Theme overview

Reaction engineering is a discipline within chemical engineering that deals with chemical reactors and catalysis, or the process of increasing the rate of a chemical reaction by adding a substance known as a catalyst.

Through this research theme, scientists aim to improve the way chemical reactions are carried out through the design of more effective catalysts and catalytic routes and through the intensification of chemical reactions via new reactor designs.

Their work hopes to make chemical processes more flexible and efficient and to minimise the adverse effects that the production of chemicals and fuels have on the world’s resources and the natural environment.

Example projects within this research theme include the conversion of biomass into fuels, addressing the plastic waste problem and hydrogen generation in fuel cells.

Aside from this, the reactions engineering research theme also covers an important aspect of chemical engineering called green chemistry, which involves making all chemical processes more environmentally friendly.

Scientific scope

The research in this theme uses a great deal of high temperature and high pressure reactions in custom-built reactors capable of operating under a wide range of conditions.

We have expertise in reactor design and construction of batch and continuous flow reactors, as well as custom bio- and photocatalytic reactors. We have also designed novel membrane reactions and structured materials, with impregnated/integrated catalysts capable of high efficiency and selectivity.

We have longstanding expertise in electrochemical catalysis and enzymatic biocatalysis.

Finally, we utilise novel reaction media (supercritical fluids, ionic liquids) to improve reactivity, activate catalytic systems, enhance safety and minimise environmental impact of chemical processing.

Other research themes including Energy and environmental engineering and Materials have strong links to the work carried out here.

Highlight videos

Impact Acceleration: Flow Chemistry

Dr Mimi Hii and Professor Klaus Hellgardt reveal how flow chemistry will change the way in which we manufacture everyday products. Find out more https://www.imperial.ac.uk/research-and-innovation/funding-opportunities/internal-funding-opportunities/impact-acceleration-accounts/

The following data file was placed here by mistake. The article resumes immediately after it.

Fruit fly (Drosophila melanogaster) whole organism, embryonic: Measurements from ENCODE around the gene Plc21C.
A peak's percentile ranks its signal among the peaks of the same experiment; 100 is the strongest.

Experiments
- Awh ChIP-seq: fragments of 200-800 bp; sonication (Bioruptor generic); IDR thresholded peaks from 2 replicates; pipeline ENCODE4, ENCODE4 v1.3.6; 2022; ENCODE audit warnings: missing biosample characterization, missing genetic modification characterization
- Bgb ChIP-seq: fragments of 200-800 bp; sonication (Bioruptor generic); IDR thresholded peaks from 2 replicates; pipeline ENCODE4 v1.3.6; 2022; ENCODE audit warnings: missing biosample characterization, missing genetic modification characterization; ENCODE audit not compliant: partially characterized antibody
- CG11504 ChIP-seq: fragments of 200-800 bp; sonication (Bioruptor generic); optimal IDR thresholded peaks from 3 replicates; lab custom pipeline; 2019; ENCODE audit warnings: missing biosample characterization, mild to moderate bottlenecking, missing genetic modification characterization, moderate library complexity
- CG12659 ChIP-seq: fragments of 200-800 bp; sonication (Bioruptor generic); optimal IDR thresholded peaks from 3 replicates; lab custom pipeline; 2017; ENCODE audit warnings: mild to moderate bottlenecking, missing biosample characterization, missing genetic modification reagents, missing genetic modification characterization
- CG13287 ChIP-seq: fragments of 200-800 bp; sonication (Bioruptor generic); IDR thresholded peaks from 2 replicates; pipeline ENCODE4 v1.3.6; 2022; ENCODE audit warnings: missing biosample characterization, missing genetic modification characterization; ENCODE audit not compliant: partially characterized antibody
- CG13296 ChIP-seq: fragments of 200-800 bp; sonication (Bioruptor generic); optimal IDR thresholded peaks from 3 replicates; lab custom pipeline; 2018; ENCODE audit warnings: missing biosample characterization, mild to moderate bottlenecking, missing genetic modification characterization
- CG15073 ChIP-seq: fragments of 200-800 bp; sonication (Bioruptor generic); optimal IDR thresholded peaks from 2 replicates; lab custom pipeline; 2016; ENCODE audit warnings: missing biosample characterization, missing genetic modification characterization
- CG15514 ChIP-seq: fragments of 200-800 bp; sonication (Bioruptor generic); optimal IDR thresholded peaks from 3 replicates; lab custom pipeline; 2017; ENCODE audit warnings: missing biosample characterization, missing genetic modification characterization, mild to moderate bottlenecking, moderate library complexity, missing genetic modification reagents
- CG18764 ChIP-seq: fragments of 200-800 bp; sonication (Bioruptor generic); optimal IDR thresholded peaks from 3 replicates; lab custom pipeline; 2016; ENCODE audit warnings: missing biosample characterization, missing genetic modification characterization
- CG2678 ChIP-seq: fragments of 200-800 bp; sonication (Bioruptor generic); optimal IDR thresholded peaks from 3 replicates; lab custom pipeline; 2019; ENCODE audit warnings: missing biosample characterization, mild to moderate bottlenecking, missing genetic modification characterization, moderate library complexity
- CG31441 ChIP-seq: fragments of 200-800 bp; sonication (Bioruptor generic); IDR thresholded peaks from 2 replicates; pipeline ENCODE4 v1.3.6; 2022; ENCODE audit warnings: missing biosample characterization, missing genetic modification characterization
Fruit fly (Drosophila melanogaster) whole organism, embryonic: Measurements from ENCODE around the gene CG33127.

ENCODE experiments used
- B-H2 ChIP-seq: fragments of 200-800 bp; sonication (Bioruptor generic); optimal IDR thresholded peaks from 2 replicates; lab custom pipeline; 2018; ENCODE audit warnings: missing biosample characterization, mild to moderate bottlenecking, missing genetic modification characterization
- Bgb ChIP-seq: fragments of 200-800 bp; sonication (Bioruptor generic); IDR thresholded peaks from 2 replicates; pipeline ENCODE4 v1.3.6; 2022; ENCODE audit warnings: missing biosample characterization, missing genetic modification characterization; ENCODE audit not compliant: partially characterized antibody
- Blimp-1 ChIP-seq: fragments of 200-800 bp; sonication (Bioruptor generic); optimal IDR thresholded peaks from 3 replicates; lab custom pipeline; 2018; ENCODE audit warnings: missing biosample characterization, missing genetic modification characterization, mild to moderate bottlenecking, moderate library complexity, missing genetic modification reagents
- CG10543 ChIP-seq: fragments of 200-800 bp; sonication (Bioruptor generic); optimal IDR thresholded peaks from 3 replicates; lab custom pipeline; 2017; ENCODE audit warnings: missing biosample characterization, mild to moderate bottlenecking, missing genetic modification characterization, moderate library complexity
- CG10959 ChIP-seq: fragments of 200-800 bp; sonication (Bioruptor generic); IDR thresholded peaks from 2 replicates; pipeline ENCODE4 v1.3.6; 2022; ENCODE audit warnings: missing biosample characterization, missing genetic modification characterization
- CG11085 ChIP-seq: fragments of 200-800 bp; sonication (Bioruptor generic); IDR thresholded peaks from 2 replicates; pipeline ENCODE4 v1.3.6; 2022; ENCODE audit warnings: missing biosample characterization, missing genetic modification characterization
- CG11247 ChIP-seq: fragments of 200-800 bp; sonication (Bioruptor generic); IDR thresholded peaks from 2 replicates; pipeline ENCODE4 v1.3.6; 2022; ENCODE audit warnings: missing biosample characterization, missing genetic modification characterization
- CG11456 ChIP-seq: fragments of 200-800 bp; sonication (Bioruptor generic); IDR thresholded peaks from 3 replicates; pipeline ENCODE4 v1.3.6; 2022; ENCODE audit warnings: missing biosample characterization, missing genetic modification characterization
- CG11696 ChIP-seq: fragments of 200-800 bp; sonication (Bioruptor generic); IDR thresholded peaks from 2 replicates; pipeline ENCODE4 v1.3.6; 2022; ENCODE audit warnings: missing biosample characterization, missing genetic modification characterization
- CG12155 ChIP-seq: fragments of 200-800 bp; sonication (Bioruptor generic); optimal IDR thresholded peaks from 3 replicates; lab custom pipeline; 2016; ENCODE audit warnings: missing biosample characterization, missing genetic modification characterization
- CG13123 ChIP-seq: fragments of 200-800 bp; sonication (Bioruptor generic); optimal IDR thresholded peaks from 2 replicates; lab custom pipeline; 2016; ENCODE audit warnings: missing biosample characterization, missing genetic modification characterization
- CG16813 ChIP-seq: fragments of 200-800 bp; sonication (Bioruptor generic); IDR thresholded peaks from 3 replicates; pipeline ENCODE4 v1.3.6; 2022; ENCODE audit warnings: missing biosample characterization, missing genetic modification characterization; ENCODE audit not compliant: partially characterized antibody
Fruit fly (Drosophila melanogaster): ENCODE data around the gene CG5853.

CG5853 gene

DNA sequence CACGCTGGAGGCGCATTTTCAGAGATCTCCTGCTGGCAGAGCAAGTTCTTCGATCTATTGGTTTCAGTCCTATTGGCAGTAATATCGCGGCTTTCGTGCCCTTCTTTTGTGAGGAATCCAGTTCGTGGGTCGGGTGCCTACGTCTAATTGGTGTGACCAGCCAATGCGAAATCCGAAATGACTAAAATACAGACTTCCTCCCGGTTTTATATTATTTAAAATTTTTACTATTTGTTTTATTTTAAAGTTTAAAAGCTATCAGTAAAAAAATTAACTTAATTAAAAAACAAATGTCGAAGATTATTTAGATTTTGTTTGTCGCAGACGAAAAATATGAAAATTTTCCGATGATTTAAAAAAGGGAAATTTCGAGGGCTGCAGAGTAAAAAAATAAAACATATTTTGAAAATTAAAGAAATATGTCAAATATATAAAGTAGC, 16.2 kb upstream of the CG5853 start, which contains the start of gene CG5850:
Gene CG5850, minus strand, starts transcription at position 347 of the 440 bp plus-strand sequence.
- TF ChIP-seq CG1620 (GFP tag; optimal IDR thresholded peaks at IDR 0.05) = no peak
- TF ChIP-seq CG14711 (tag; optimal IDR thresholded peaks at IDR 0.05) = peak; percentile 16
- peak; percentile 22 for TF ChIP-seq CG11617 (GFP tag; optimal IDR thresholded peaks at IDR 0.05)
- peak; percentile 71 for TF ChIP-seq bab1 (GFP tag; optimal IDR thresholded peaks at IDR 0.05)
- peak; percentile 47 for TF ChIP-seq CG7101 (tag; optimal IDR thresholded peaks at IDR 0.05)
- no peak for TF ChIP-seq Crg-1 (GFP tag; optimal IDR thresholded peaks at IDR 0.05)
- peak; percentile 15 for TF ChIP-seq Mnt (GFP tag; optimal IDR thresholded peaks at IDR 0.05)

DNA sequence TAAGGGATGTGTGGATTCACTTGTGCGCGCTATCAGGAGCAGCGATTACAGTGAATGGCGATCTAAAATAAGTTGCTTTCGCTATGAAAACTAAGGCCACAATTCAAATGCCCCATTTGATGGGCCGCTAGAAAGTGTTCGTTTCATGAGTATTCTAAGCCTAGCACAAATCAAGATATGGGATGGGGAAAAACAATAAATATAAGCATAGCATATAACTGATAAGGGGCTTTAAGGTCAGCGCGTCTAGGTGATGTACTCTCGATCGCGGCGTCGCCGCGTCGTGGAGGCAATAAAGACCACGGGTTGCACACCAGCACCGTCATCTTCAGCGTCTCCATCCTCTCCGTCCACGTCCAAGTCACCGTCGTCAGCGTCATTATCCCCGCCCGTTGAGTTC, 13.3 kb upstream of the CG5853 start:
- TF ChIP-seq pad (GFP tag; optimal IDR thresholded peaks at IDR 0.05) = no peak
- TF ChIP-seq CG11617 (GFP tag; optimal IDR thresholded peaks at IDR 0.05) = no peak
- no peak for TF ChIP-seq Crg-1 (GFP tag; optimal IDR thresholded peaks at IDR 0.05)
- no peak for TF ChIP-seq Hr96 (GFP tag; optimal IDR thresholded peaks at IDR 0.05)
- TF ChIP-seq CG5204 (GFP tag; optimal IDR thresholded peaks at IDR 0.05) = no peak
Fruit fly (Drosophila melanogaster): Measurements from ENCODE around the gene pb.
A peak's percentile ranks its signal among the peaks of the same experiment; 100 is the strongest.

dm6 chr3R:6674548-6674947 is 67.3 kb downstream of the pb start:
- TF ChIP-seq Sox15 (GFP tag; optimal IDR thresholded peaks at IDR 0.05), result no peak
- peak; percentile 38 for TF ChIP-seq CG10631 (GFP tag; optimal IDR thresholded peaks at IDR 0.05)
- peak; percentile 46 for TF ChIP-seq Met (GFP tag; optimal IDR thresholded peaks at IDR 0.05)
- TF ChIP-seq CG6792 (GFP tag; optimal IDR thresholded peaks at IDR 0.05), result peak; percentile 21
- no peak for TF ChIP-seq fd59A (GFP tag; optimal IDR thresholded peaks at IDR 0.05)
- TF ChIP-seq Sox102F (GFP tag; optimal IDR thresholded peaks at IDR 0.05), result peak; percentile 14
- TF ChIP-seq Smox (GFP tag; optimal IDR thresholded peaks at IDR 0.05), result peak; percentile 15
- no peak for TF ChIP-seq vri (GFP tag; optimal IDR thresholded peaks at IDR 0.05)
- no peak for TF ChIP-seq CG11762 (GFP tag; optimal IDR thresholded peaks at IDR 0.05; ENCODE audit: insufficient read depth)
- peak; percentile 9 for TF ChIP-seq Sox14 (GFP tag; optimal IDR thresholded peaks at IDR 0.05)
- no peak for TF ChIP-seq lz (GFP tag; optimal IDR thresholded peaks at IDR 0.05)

Impact Acceleration: Flow Chemistry

Impact Acceleration: Flow Chemistry

We look at how flow chemistry will change the way in which we manufacture everyday products.

Dr Mimi Hii and Professor Klaus Hellgardt reveal how flow chemistry will change the way in which we manufacture everyday products. Find out more https://www.imperial.ac.uk/research-and-innovation/funding-opportunities/internal-funding-opportunities/impact-acceleration-accounts/

Imperial College London | Fully Charged

Imperial College London | Fully Charged

Robert Llewellyn visits Imperial College London to learn about the future of energy.

Industrial applications

BASF

BASF is a German multinational chemical company and the largest chemical producer in the world.

Imperial College London and BASF partnered in 2020, working to developed flow chemistry which is an innovative approach to chemical production.

Traditionally, chemicals are produced in batches by placing the ingredients, reagents, into vessels known as batch reactors. Considerable time is allowed to complete the reaction before the product is extracted and therefore the whole process can be very time consuming.

In contrast, in flow chemistry, chemicals are produced continuously by pumping reagents through the reactor, a process that is easier to control and produces more consistent results.

Manufacturing advances

While some companies, including BASF, already use continuous processes routinely to manufacture chemicals at large scale (typically kilotonnes), a key challenge is to implement flow chemistry at smaller scales (kilograms), specifically for the manufacture of low-volume, high-value chemicals, including speciality chemicals.

Continuous flow would also allow them to distribute manufacturing across smaller plants, reducing the cost of shipping and creating more localised and resilient supply chains – something that may become increasingly important post-COVID-19.

BASF is partnered with Imperial on several flow chemistry projects at Imperial’s EPSRC Centre for Doctoral Training in Next Generation Synthesis & Reaction Technology, led by Professor Hii and Professor Sophia Yaliraki in the Department of Chemistry, and Professor Klaus Hellgardt in the Department of Chemical Engineering.

Klaus Hellgardt, Professor of Chemical Engineering at Imperial, said: “We are excited to be working with BASF not only to advance the science and engineering, but also to train a new generation of chemists who are familiar and cognate in flow chemistry. To get modern techniques into companies you need champions, and you need to create these champions.”

Dr Simon Hepworth, Imperial’s Director of Enterprise, said: “We are delighted to be partnering with BASF, one of the world’s leading chemicals companies. Through this partnership, we are not only applying our expertise to their business challenges, but also working with them to bring important benefits to the chemical sector, the UK economy and ultimately to wider society.”

This article is part of an Imperial News Story